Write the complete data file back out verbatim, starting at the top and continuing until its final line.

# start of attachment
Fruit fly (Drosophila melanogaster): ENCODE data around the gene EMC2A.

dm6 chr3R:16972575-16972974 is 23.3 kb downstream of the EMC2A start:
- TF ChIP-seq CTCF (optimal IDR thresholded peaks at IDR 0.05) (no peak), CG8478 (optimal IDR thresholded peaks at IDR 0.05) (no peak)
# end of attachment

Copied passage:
Fruit fly (Drosophila melanogaster): ENCODE data around the gene EMC2A.

dm6 chr3R:16972575-16972974 is 23.3 kb downstream of the EMC2A start:
- TF ChIP-seq CTCF (optimal IDR thresholded peaks at IDR 0.05) (no peak), CG8478 (optimal IDR thresholded peaks at IDR 0.05) (no peak)